[0005] Since both the supply and the signal transmission take place via the pair of lines, given a feed voltage of 12 V and a signal current of 4 mA, there is only a power of 48 mW available to the measuring instrument. This is completely adequate for a very large number of measuring instruments. In large plants, therefore, terminal blocks are usually provided which have a large number of identical pairs of terminals for these pairs of lines to be connected to the higher-order unit. As a result of this standardization of the method of connection, a large number measuring instruments can be connected up very simply and quickly and therefore cost-effectively. Since all the pairs of lines and all the pairs of terminals are identical, wiring errors are virtually ruled out.

[0006] However, there are also measuring instruments, such as highly accurate level measuring instruments operating with microwaves, level measuring instruments operating with ultrasound or flowmeters, for which this low power is not adequate. In order that these measuring instruments can nevertheless be used in conjunction with the previously described standard, these measuring instruments usually have two pairs of lines. The measuring instrument is supplied via one of the pairs of lines, and a signal current corresponding to the previously described standard flows via the other pair of lines. For the supply, it is usually necessary to connect a transformer and a rectifier to the normal power line, which carries 230 V alternating voltage, for example, in order for example to provide a supply voltage of usually 24 V DC for the measuring instrument. This is very complicated, and there is the risk that the two pairs of lines can be transposed during the connection of the instrument.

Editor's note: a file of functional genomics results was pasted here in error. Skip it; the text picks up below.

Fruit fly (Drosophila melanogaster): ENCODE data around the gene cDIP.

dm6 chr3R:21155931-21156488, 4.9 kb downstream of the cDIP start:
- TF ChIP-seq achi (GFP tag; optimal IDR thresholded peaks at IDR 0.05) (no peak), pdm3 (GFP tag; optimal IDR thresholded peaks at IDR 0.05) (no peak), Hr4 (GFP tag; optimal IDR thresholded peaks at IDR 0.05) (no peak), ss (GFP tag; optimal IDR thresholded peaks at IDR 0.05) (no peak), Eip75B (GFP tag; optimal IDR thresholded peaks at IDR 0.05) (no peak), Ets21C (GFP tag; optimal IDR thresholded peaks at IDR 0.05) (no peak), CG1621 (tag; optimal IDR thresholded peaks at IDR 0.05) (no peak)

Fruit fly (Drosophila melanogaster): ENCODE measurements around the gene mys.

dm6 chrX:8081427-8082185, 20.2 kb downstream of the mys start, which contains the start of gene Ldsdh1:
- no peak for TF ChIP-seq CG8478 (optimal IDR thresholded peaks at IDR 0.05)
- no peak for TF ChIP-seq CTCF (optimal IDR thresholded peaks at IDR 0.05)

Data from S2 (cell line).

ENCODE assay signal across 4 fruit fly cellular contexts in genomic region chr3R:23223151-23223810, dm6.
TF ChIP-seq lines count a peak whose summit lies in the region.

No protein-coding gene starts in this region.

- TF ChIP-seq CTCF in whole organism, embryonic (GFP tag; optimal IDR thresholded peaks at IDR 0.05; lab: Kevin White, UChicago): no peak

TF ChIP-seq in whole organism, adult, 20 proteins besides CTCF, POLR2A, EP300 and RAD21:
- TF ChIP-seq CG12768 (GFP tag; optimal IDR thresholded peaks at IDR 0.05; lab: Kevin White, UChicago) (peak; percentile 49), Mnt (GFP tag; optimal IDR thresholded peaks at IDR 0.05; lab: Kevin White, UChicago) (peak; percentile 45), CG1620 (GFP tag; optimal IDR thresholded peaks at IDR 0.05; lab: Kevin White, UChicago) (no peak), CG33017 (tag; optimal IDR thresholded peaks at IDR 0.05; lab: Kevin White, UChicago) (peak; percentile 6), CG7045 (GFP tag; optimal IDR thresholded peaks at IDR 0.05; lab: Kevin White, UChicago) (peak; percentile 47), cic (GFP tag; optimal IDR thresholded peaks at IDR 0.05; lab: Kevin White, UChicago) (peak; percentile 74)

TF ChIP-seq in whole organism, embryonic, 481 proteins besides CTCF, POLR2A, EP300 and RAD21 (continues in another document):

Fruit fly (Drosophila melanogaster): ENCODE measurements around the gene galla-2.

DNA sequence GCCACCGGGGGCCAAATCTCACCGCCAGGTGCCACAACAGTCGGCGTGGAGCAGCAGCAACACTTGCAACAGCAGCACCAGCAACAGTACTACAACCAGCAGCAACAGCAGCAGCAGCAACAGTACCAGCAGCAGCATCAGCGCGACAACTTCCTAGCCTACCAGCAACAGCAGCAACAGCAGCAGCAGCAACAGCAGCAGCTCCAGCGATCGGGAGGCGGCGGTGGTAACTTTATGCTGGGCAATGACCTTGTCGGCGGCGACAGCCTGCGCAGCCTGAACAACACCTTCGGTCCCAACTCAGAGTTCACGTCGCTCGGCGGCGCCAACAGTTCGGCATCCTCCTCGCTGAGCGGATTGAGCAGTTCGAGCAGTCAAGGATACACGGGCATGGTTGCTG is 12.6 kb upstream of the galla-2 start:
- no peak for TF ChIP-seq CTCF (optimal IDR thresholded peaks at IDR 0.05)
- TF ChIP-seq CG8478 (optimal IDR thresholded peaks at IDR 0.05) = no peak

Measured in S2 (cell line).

[0007] It is an object of the invention to specify a measuring instrument which can be electrically connected, very simply and without errors, to a higher-order unit.

[0008] To this end, the invention consists in a measuring instrument to be connected to a higher-order unit having at least a first and an identical second pair of terminals, which comprises:

[0009] a first first [sic] pair of lines, to be connected to the first pair of terminals,

[0010] via which a signal current flows during operation,

[0011] the signal current being a measure of an instantaneous measured value, and

[0012] a second second [sic] pair of lines, to be connected to the second pair of terminals,

[0013] via which a supply current flows during operation,

[0014] whose value is greater than or equal to a minimum signal current and less than or equal to a maximum signal current.

[0015] According to one embodiment of the invention, the supply current and at least a proportion of the signal current are available to supply the measuring instrument.